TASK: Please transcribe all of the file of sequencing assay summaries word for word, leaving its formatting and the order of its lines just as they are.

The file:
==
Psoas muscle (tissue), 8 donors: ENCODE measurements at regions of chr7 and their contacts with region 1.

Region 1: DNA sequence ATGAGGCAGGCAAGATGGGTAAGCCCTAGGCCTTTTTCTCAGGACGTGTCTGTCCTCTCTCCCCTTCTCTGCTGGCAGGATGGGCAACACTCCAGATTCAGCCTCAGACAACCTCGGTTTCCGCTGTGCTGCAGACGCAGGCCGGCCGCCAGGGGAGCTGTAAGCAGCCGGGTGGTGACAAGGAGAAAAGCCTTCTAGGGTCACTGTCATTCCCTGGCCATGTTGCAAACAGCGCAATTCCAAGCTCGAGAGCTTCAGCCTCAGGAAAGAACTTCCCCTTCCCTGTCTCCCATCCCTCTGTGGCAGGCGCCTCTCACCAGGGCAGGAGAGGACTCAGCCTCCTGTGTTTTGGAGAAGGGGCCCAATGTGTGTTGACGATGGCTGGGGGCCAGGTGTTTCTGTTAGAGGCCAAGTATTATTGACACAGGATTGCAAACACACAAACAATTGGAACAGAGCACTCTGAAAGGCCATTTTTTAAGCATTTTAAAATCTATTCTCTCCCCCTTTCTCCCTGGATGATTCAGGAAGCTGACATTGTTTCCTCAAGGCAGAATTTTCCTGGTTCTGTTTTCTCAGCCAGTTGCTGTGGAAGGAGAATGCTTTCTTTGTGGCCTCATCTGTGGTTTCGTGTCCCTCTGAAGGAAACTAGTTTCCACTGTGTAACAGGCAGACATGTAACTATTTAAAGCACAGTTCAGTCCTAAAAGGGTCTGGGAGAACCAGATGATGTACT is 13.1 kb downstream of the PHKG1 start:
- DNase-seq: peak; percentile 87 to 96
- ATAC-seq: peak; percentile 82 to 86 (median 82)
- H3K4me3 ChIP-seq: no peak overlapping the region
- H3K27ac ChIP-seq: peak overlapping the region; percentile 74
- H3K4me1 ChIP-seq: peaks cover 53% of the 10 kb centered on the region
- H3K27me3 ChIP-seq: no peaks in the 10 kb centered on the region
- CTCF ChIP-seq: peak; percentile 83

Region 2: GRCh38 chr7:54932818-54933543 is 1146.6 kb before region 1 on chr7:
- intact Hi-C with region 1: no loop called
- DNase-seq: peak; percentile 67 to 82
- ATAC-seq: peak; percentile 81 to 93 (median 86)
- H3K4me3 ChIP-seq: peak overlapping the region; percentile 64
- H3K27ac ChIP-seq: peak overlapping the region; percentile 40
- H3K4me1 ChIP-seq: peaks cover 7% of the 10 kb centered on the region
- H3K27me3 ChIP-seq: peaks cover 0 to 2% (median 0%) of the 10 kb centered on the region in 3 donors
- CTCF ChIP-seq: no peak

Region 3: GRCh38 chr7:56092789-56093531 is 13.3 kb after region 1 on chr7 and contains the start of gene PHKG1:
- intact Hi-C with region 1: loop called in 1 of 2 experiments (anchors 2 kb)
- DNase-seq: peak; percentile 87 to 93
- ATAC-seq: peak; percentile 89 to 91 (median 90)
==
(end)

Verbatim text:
Psoas muscle (tissue), 8 donors: ENCODE measurements at regions of chr7 and their contacts with region 1.

Region 1: DNA sequence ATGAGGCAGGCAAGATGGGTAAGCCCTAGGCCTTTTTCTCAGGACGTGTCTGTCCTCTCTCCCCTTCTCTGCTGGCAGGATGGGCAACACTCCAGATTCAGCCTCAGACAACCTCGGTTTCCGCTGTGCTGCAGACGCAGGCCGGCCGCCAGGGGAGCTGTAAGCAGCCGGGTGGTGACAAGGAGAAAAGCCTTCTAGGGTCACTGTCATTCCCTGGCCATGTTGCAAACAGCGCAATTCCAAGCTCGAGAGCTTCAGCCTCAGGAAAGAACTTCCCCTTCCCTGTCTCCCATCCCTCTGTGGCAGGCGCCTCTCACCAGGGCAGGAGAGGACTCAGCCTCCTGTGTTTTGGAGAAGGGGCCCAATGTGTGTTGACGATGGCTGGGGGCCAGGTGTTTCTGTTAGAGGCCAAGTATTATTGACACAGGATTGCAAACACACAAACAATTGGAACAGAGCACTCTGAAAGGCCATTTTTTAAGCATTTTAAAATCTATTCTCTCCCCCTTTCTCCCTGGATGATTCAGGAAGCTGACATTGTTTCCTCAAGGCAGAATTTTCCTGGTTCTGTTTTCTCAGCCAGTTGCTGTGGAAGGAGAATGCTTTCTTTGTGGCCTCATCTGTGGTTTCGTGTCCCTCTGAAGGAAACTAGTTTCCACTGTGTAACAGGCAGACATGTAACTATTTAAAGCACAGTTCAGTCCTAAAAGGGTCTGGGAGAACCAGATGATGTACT is 13.1 kb downstream of the PHKG1 start:
- DNase-seq: peak; percentile 87 to 96
- ATAC-seq: peak; percentile 82 to 86 (median 82)
- H3K4me3 ChIP-seq: no peak overlapping the region
- H3K27ac ChIP-seq: peak overlapping the region; percentile 74
- H3K4me1 ChIP-seq: peaks cover 53% of the 10 kb centered on the region
- H3K27me3 ChIP-seq: no peaks in the 10 kb centered on the region
- CTCF ChIP-seq: peak; percentile 83

Region 2: GRCh38 chr7:54932818-54933543 is 1146.6 kb before region 1 on chr7:
- intact Hi-C with region 1: no loop called
- DNase-seq: peak; percentile 67 to 82
- ATAC-seq: peak; percentile 81 to 93 (median 86)
- H3K4me3 ChIP-seq: peak overlapping the region; percentile 64
- H3K27ac ChIP-seq: peak overlapping the region; percentile 40
- H3K4me1 ChIP-seq: peaks cover 7% of the 10 kb centered on the region
- H3K27me3 ChIP-seq: peaks cover 0 to 2% (median 0%) of the 10 kb centered on the region in 3 donors
- CTCF ChIP-seq: no peak

Region 3: GRCh38 chr7:56092789-56093531 is 13.3 kb after region 1 on chr7 and contains the start of gene PHKG1:
- intact Hi-C with region 1: loop called in 1 of 2 experiments (anchors 2 kb)
- DNase-seq: peak; percentile 87 to 93
- ATAC-seq: peak; percentile 89 to 91 (median 90)